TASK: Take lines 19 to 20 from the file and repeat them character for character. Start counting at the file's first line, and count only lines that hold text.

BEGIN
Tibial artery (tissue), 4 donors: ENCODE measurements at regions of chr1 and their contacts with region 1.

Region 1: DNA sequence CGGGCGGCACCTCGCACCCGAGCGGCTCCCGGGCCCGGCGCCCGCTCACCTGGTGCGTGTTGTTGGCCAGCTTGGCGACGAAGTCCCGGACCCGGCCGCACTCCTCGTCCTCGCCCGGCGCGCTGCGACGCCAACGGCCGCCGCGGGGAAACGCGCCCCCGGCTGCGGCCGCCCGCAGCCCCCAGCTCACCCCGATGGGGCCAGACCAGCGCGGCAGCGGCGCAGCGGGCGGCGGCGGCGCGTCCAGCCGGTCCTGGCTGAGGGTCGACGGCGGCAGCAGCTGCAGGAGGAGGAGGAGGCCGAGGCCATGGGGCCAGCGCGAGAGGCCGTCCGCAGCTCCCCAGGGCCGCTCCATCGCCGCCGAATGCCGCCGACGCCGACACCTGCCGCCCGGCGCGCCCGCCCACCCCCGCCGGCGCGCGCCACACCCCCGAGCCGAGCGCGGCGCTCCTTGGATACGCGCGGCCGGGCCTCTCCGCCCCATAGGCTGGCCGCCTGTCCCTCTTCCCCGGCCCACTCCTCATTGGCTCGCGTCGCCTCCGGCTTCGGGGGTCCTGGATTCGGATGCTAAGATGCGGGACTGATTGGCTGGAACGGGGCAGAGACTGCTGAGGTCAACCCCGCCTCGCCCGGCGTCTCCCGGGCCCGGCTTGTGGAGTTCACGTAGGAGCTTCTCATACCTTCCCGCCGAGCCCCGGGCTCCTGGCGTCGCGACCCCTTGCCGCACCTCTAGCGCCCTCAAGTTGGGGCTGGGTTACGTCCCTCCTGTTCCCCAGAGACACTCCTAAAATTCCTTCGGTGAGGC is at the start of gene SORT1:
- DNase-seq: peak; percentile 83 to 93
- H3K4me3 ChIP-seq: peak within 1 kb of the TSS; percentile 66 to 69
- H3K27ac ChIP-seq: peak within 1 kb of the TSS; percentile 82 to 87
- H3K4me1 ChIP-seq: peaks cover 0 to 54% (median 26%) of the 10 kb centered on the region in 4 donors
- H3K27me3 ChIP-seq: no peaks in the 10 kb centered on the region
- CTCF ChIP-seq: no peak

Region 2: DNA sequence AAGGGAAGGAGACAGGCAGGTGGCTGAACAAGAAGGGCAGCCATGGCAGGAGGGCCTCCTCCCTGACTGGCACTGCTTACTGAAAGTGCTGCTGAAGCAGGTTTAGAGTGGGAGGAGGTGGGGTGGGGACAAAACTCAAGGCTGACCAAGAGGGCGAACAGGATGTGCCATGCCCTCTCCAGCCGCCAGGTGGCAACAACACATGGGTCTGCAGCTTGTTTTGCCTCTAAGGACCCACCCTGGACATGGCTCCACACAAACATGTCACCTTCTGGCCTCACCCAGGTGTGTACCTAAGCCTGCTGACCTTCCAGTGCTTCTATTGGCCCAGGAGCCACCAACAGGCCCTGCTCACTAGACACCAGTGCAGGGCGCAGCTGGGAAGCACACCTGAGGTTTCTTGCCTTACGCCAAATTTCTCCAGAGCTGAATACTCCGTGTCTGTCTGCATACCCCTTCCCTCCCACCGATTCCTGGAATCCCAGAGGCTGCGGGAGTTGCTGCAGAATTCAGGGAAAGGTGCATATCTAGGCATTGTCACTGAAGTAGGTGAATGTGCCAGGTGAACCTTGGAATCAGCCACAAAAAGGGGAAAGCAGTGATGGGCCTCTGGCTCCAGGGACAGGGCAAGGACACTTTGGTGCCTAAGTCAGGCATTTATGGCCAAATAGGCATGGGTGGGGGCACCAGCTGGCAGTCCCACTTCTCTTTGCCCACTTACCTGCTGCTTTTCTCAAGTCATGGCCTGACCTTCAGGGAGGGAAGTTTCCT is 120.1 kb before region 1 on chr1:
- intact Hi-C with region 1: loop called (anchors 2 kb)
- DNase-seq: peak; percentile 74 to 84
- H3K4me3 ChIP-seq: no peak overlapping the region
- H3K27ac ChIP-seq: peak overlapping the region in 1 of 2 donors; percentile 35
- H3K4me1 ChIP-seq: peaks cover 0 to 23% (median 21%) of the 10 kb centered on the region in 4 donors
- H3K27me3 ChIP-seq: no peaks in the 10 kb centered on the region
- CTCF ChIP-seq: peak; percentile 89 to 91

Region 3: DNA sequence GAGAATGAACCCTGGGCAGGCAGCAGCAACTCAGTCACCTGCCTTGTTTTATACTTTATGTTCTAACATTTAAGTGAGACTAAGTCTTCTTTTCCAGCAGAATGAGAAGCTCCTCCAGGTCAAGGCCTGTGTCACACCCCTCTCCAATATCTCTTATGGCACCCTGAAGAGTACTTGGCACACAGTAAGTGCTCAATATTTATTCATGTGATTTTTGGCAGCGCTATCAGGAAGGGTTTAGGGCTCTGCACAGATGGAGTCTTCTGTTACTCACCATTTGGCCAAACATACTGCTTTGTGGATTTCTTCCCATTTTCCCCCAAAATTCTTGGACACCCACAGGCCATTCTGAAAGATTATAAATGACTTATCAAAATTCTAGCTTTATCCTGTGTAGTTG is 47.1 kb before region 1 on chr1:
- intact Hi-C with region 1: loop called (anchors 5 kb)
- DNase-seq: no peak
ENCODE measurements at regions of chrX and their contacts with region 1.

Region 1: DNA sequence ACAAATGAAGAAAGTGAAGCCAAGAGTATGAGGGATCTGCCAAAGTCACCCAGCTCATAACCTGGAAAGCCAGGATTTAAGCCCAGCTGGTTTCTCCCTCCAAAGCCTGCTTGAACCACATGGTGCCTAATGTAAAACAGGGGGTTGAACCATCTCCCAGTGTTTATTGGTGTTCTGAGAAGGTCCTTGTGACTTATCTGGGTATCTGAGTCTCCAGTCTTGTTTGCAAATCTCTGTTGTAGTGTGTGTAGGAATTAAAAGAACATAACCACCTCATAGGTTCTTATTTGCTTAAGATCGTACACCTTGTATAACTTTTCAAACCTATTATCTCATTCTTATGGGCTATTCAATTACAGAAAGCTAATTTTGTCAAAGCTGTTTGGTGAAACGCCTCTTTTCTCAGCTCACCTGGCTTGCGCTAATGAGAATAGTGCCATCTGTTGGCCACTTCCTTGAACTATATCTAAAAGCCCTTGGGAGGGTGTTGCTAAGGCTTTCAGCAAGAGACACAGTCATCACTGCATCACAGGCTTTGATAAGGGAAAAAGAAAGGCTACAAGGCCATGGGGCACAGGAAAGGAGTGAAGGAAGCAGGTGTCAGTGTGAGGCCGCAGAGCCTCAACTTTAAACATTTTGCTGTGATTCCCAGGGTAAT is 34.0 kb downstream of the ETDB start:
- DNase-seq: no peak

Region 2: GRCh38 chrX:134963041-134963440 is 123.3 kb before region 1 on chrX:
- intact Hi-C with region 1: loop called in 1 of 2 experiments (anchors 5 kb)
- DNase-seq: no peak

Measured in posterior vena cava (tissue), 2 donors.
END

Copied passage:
- DNase-seq: no peak
ENCODE measurements at regions of chrX and their contacts with region 1.